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“Let’s take a ride out to Mac’s place.”

“You still haven’t heard from him?” She frowned.

“No.”

“I’m sure he’s fine.” But she didn’t sound convinced. “You don’t think he found out about Lee and Kate and—”

“I have no reason to think Mac is in trouble.” Grant shook his head. “But I’ll feel better if we find him.”

“Me, too.” Hannah nodded. “Let’s go then.”

Mac hadn’t relapsed in the ten years since he’d gotten out of rehab, but if he’d found out about the murders . . .

“You want the baby or the box of files?” Grant nodded toward Lee’s office.

“I’ll get the box,” Hannah said.

Not surprised, Grant took Carson out front and opened the back door of the rental car.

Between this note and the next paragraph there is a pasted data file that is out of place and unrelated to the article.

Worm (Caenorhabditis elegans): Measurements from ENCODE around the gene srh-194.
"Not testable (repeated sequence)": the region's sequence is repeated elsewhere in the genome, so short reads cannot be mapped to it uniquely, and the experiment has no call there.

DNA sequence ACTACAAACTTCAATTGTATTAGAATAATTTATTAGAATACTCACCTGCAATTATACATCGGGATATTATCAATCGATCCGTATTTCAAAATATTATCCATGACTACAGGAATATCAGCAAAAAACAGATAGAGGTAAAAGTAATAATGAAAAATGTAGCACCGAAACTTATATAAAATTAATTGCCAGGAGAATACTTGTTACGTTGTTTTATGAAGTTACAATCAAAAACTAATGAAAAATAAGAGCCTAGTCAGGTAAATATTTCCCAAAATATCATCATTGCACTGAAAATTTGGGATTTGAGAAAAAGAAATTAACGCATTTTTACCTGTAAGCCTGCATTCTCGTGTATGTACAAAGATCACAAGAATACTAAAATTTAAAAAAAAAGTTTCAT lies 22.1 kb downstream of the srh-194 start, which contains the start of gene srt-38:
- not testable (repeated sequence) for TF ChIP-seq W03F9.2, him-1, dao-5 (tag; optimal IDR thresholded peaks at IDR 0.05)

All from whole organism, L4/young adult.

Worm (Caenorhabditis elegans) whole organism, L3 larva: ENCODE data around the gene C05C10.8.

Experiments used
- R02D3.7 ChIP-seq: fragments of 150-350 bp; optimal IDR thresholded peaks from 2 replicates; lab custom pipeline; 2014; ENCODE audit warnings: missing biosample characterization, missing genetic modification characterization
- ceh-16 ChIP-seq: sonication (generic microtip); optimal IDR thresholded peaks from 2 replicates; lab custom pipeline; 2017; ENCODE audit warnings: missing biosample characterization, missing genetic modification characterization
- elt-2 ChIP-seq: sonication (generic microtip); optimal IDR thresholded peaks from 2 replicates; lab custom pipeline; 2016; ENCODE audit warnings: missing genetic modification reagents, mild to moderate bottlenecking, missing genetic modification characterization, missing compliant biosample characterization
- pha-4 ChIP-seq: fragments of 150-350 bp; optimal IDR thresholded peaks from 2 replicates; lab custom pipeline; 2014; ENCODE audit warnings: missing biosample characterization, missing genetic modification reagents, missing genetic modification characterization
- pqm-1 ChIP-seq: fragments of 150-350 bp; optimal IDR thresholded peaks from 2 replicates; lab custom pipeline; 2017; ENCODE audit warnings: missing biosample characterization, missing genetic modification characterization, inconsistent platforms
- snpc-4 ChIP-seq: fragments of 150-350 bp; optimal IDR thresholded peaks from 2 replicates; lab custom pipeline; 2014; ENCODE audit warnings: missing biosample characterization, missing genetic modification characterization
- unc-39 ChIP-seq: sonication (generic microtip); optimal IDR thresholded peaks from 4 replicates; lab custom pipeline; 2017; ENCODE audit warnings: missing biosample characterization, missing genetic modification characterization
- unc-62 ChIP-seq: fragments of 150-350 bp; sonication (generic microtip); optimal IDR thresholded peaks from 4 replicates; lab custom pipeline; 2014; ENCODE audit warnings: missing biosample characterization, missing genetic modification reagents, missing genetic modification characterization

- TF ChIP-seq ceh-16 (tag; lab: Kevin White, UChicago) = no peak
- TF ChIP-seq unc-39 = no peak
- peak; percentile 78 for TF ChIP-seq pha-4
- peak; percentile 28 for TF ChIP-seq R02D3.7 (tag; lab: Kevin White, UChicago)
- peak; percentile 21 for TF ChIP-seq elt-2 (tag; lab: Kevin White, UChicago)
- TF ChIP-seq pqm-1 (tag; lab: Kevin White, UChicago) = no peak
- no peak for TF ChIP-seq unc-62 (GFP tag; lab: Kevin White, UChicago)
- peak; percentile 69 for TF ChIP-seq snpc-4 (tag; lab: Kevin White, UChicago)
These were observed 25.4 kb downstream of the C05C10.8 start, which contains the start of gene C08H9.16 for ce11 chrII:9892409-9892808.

Carson shook his head. “I hafta be in a booster seat.”

Shoot. Of course both kids needed safety seats. “Where’s your booster seat?”

“In Mommy’s van.” Carson trotted back into the house and emerged with a set of keys. They trooped around the house to the detached garage. Kate’s silver minivan was outfitted for kids. Toys, bottled water, snacks, and little nets to stow everything. Carson climbed into his booster seat and fastened his seat belt. Grant snapped Faith’s seat into its base unit. He leaned on the carpet. Crumbs embedded his palm. His knee squashed an empty juice box.

Hannah came out of the house with AnnaBelle on her leash. “She was whining. I didn’t see why she couldn’t ride along.”

Grant opened the rear door for the dog. Hannah put the box of files in the cargo area. AnnaBelle jumped in. The insides of the van windows were already smeared with dog slobber. Not the dog’s first car ride. Hannah rode shotgun.

He started the engine. “When was the last time you talked to Mac?”

She lifted a shoulder. “I haven’t talked to Mac or Lee in over a month.”